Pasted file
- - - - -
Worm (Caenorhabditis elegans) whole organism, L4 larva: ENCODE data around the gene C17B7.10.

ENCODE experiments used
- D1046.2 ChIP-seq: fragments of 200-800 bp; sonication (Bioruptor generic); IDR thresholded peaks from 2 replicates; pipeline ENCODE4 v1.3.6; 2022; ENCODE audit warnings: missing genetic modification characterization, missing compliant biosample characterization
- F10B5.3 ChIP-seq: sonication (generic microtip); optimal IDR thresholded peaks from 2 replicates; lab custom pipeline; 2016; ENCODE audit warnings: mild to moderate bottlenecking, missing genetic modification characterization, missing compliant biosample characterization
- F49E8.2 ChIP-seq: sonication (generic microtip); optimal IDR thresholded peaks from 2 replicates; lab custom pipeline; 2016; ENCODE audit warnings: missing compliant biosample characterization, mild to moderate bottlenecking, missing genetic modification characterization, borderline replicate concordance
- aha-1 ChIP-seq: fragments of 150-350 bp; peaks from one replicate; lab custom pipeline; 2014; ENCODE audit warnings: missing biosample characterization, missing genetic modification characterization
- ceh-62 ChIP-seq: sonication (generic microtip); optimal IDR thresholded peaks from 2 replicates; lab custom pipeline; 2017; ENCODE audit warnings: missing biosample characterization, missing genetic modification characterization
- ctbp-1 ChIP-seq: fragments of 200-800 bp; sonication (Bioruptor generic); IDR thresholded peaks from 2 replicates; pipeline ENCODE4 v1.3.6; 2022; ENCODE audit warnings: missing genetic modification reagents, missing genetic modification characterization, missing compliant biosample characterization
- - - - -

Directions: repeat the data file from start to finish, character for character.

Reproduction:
Worm (Caenorhabditis elegans) whole organism, L4 larva: ENCODE data around the gene C17B7.10.

ENCODE experiments used
- D1046.2 ChIP-seq: fragments of 200-800 bp; sonication (Bioruptor generic); IDR thresholded peaks from 2 replicates; pipeline ENCODE4 v1.3.6; 2022; ENCODE audit warnings: missing genetic modification characterization, missing compliant biosample characterization
- F10B5.3 ChIP-seq: sonication (generic microtip); optimal IDR thresholded peaks from 2 replicates; lab custom pipeline; 2016; ENCODE audit warnings: mild to moderate bottlenecking, missing genetic modification characterization, missing compliant biosample characterization
- F49E8.2 ChIP-seq: sonication (generic microtip); optimal IDR thresholded peaks from 2 replicates; lab custom pipeline; 2016; ENCODE audit warnings: missing compliant biosample characterization, mild to moderate bottlenecking, missing genetic modification characterization, borderline replicate concordance
- aha-1 ChIP-seq: fragments of 150-350 bp; peaks from one replicate; lab custom pipeline; 2014; ENCODE audit warnings: missing biosample characterization, missing genetic modification characterization
- ceh-62 ChIP-seq: sonication (generic microtip); optimal IDR thresholded peaks from 2 replicates; lab custom pipeline; 2017; ENCODE audit warnings: missing biosample characterization, missing genetic modification characterization
- ctbp-1 ChIP-seq: fragments of 200-800 bp; sonication (Bioruptor generic); IDR thresholded peaks from 2 replicates; pipeline ENCODE4 v1.3.6; 2022; ENCODE audit warnings: missing genetic modification reagents, missing genetic modification characterization, missing compliant biosample characterization